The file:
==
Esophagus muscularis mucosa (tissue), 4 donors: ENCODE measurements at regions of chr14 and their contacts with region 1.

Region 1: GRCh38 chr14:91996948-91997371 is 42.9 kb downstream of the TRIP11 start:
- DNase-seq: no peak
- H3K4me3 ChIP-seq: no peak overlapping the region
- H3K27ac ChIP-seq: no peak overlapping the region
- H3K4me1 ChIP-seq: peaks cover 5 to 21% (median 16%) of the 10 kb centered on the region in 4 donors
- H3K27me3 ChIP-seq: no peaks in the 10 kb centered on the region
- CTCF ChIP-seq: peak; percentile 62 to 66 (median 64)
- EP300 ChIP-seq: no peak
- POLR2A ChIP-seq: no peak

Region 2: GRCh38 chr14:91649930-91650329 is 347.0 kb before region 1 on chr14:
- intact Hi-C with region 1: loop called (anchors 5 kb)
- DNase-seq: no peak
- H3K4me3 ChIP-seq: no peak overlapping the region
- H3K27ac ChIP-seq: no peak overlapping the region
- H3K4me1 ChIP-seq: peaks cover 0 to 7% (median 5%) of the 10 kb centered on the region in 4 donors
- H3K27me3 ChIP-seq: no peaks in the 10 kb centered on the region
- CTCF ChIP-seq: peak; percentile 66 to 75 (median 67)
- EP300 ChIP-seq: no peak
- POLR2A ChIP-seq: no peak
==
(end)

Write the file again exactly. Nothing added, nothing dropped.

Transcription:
Esophagus muscularis mucosa (tissue), 4 donors: ENCODE measurements at regions of chr14 and their contacts with region 1.

Region 1: GRCh38 chr14:91996948-91997371 is 42.9 kb downstream of the TRIP11 start:
- DNase-seq: no peak
- H3K4me3 ChIP-seq: no peak overlapping the region
- H3K27ac ChIP-seq: no peak overlapping the region
- H3K4me1 ChIP-seq: peaks cover 5 to 21% (median 16%) of the 10 kb centered on the region in 4 donors
- H3K27me3 ChIP-seq: no peaks in the 10 kb centered on the region
- CTCF ChIP-seq: peak; percentile 62 to 66 (median 64)
- EP300 ChIP-seq: no peak
- POLR2A ChIP-seq: no peak

Region 2: GRCh38 chr14:91649930-91650329 is 347.0 kb before region 1 on chr14:
- intact Hi-C with region 1: loop called (anchors 5 kb)
- DNase-seq: no peak
- H3K4me3 ChIP-seq: no peak overlapping the region
- H3K27ac ChIP-seq: no peak overlapping the region
- H3K4me1 ChIP-seq: peaks cover 0 to 7% (median 5%) of the 10 kb centered on the region in 4 donors
- H3K27me3 ChIP-seq: no peaks in the 10 kb centered on the region
- CTCF ChIP-seq: peak; percentile 66 to 75 (median 67)
- EP300 ChIP-seq: no peak
- POLR2A ChIP-seq: no peak